The arrangement of modern Christian gatherings is the result of the development of early church architecture.
In the early days, up to the fourth century, Christians worshipped along with Jews in synagogues and private houses. After Jewish and Christian worship separated, Christians continued to worship in people's houses (known as house churches), often the homes of the wealthier members of the community in a particular town.
In the smaller gatherings, the evidence (for example the testimony of the apologist Justin Martyr) suggests that everyone participated in the act of worship. This changed as the church became increasingly "clericalised". Clerics carried out the act of worship at the alter, the congregation observed from a distance.
This gave rise to the "two-room" church, with the mass being celebrated in the Sanctuary and the congregation in the Nave observing through the arched "doorway" between the rooms. In the medieval period, the doorway was partially blocked by a wooden "rood screen" with holes to allow the congregation to observe.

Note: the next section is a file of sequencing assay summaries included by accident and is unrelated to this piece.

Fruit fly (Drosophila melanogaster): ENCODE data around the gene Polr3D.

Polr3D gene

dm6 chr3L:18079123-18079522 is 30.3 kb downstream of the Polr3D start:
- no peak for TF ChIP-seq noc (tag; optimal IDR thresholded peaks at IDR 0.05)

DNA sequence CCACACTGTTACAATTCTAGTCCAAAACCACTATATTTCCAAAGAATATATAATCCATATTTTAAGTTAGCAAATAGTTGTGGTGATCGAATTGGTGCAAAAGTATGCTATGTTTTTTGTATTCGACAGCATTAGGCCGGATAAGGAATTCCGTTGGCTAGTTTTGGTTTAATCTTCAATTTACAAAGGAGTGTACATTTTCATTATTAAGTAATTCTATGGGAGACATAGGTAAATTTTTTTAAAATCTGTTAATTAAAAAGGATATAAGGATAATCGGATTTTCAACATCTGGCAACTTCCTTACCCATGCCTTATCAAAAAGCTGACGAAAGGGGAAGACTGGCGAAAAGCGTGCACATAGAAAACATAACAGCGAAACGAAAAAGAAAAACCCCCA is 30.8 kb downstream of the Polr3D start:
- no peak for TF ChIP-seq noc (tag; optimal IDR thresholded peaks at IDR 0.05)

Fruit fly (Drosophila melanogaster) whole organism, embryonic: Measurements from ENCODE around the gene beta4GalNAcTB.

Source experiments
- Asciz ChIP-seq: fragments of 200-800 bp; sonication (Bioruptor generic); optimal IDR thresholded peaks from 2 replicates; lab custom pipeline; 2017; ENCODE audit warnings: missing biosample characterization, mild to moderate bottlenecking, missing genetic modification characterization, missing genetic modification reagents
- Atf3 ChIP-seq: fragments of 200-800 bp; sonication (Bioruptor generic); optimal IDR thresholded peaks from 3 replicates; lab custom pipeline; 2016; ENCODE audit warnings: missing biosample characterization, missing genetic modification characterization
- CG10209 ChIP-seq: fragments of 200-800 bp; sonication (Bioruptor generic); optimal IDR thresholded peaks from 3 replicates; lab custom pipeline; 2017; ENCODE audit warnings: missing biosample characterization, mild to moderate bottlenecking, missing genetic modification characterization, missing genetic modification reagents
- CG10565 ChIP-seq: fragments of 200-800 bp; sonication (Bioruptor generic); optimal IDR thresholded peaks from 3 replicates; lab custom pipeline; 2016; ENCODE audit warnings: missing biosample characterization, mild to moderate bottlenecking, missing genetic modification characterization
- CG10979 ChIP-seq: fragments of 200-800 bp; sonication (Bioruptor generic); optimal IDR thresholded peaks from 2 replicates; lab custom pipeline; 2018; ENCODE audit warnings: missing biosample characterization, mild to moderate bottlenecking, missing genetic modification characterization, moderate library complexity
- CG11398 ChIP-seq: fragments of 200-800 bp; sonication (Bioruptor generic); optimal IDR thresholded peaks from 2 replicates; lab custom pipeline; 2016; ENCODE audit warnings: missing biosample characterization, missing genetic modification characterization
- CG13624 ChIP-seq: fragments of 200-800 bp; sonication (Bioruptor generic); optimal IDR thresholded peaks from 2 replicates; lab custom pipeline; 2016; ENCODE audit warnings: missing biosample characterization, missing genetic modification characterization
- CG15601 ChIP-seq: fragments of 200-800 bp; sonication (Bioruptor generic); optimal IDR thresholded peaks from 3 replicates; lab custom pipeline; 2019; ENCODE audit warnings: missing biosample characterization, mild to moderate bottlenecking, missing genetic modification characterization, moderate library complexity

The congregation was arranged in rows. Initially, people seem to have stood to observe the ceremonies before backless stone benches were introduced for the congregation (from about the 13th century in England. Some on the continent were earlier). These were often subsequently replaced with wooden pews. Wealthier members were often seated in private "family pews" (which they paid for).
Rood screens went out of fashion with the Reformation, but the basic layout - with the clerics at the front being observed by the congregation in rows - remained. Aisles allowed processions to run the length of the church and also easier access to the seating. As an architectural feature in churches, aisles were inherited (together with much else) from the design of the Roman basilica (e.g. Trajan's Basilica in Rome).
The issue of "clericalisation" of Christian worship actually remains a subject for debate. Some reformers are still calling for wholesale changes to the current "medieval" form of Christian worship characterised by the layout you described.